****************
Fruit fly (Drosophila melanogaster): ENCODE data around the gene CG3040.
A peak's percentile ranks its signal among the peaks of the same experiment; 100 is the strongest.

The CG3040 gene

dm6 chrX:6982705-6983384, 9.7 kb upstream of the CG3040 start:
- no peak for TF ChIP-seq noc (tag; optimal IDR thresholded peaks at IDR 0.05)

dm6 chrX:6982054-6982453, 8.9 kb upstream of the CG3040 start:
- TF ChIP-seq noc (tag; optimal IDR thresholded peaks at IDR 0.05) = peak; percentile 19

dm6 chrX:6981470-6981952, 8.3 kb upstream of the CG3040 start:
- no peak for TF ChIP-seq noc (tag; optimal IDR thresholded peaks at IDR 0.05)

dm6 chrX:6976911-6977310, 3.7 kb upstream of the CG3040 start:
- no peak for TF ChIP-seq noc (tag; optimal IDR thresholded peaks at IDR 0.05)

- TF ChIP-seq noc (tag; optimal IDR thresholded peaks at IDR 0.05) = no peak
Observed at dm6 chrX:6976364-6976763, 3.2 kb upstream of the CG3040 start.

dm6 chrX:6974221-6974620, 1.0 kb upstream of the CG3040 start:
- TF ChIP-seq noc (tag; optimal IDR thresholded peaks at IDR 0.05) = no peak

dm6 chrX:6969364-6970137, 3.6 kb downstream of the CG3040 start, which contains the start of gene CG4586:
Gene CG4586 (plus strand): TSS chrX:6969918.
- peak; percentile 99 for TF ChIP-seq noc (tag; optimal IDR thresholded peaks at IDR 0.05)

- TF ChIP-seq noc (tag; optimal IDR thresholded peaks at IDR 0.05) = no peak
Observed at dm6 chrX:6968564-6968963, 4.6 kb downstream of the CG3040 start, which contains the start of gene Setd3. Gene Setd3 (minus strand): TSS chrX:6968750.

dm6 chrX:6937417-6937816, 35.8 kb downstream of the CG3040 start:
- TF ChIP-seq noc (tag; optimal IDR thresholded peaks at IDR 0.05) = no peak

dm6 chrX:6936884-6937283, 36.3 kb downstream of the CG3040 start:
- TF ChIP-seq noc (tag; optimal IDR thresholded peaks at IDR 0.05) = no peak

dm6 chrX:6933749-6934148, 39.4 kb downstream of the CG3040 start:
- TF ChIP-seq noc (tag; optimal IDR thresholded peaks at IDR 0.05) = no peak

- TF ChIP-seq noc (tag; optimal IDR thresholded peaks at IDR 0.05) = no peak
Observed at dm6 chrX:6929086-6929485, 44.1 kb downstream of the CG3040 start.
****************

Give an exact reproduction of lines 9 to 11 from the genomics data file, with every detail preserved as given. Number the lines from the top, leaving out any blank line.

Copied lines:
- no peak for TF ChIP-seq noc (tag; optimal IDR thresholded peaks at IDR 0.05)

dm6 chrX:6976911-6977310, 3.7 kb upstream of the CG3040 start:
- no peak for TF ChIP-seq noc (tag; optimal IDR thresholded peaks at IDR 0.05)